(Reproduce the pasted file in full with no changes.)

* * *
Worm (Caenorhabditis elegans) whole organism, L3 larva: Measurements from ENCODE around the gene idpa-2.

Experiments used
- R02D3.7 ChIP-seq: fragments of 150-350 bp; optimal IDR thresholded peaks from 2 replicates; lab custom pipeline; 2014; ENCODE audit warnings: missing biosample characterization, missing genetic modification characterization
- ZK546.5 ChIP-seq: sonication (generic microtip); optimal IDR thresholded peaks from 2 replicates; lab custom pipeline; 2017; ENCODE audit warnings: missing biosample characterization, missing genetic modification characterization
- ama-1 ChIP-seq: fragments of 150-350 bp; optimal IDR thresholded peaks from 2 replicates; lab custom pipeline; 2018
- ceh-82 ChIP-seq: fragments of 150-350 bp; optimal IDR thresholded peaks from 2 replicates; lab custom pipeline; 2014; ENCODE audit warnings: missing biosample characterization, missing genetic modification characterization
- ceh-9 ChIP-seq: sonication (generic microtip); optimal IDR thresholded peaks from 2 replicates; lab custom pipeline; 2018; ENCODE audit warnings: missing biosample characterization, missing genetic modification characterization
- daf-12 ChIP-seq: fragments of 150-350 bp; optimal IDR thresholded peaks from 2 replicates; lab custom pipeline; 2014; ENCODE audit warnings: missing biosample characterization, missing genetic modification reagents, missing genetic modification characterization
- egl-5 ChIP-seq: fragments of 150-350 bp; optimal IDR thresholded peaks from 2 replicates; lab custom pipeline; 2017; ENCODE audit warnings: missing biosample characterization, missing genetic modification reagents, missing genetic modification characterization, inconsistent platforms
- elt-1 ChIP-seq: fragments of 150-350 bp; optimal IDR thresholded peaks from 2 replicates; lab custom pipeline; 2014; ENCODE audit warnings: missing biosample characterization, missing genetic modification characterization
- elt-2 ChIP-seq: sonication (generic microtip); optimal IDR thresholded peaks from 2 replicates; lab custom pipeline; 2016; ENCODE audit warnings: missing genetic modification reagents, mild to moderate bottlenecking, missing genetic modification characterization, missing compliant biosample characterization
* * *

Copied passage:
Worm (Caenorhabditis elegans) whole organism, L3 larva: Measurements from ENCODE around the gene idpa-2.

Experiments used
- R02D3.7 ChIP-seq: fragments of 150-350 bp; optimal IDR thresholded peaks from 2 replicates; lab custom pipeline; 2014; ENCODE audit warnings: missing biosample characterization, missing genetic modification characterization
- ZK546.5 ChIP-seq: sonication (generic microtip); optimal IDR thresholded peaks from 2 replicates; lab custom pipeline; 2017; ENCODE audit warnings: missing biosample characterization, missing genetic modification characterization
- ama-1 ChIP-seq: fragments of 150-350 bp; optimal IDR thresholded peaks from 2 replicates; lab custom pipeline; 2018
- ceh-82 ChIP-seq: fragments of 150-350 bp; optimal IDR thresholded peaks from 2 replicates; lab custom pipeline; 2014; ENCODE audit warnings: missing biosample characterization, missing genetic modification characterization
- ceh-9 ChIP-seq: sonication (generic microtip); optimal IDR thresholded peaks from 2 replicates; lab custom pipeline; 2018; ENCODE audit warnings: missing biosample characterization, missing genetic modification characterization
- daf-12 ChIP-seq: fragments of 150-350 bp; optimal IDR thresholded peaks from 2 replicates; lab custom pipeline; 2014; ENCODE audit warnings: missing biosample characterization, missing genetic modification reagents, missing genetic modification characterization
- egl-5 ChIP-seq: fragments of 150-350 bp; optimal IDR thresholded peaks from 2 replicates; lab custom pipeline; 2017; ENCODE audit warnings: missing biosample characterization, missing genetic modification reagents, missing genetic modification characterization, inconsistent platforms
- elt-1 ChIP-seq: fragments of 150-350 bp; optimal IDR thresholded peaks from 2 replicates; lab custom pipeline; 2014; ENCODE audit warnings: missing biosample characterization, missing genetic modification characterization
- elt-2 ChIP-seq: sonication (generic microtip); optimal IDR thresholded peaks from 2 replicates; lab custom pipeline; 2016; ENCODE audit warnings: missing genetic modification reagents, mild to moderate bottlenecking, missing genetic modification characterization, missing compliant biosample characterization